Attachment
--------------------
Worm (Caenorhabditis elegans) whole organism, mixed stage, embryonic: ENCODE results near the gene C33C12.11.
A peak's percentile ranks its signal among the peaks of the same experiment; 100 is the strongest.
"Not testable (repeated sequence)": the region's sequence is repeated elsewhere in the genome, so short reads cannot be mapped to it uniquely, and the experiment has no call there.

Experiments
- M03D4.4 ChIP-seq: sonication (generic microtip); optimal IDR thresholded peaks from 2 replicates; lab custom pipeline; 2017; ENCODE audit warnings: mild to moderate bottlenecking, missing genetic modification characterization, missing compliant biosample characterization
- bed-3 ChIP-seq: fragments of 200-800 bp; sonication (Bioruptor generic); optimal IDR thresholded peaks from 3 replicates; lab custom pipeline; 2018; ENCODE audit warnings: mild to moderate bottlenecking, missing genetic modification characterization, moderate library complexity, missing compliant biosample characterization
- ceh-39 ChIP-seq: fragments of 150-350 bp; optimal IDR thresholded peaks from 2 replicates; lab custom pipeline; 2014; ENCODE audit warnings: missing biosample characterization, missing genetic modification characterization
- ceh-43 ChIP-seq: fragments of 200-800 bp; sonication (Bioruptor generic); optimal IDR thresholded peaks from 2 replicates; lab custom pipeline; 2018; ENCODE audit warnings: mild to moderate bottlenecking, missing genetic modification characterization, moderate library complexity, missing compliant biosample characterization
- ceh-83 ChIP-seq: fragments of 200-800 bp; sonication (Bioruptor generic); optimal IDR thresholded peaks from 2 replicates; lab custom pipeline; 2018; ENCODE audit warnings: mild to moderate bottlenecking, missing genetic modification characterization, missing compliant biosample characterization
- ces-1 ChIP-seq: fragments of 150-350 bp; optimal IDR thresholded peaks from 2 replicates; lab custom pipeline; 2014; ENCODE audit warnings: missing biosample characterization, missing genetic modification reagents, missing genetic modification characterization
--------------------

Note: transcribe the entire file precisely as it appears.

Worm (Caenorhabditis elegans) whole organism, mixed stage, embryonic: ENCODE results near the gene C33C12.11.
A peak's percentile ranks its signal among the peaks of the same experiment; 100 is the strongest.
"Not testable (repeated sequence)": the region's sequence is repeated elsewhere in the genome, so short reads cannot be mapped to it uniquely, and the experiment has no call there.

Experiments
- M03D4.4 ChIP-seq: sonication (generic microtip); optimal IDR thresholded peaks from 2 replicates; lab custom pipeline; 2017; ENCODE audit warnings: mild to moderate bottlenecking, missing genetic modification characterization, missing compliant biosample characterization
- bed-3 ChIP-seq: fragments of 200-800 bp; sonication (Bioruptor generic); optimal IDR thresholded peaks from 3 replicates; lab custom pipeline; 2018; ENCODE audit warnings: mild to moderate bottlenecking, missing genetic modification characterization, moderate library complexity, missing compliant biosample characterization
- ceh-39 ChIP-seq: fragments of 150-350 bp; optimal IDR thresholded peaks from 2 replicates; lab custom pipeline; 2014; ENCODE audit warnings: missing biosample characterization, missing genetic modification characterization
- ceh-43 ChIP-seq: fragments of 200-800 bp; sonication (Bioruptor generic); optimal IDR thresholded peaks from 2 replicates; lab custom pipeline; 2018; ENCODE audit warnings: mild to moderate bottlenecking, missing genetic modification characterization, moderate library complexity, missing compliant biosample characterization
- ceh-83 ChIP-seq: fragments of 200-800 bp; sonication (Bioruptor generic); optimal IDR thresholded peaks from 2 replicates; lab custom pipeline; 2018; ENCODE audit warnings: mild to moderate bottlenecking, missing genetic modification characterization, missing compliant biosample characterization
- ces-1 ChIP-seq: fragments of 150-350 bp; optimal IDR thresholded peaks from 2 replicates; lab custom pipeline; 2014; ENCODE audit warnings: missing biosample characterization, missing genetic modification reagents, missing genetic modification characterization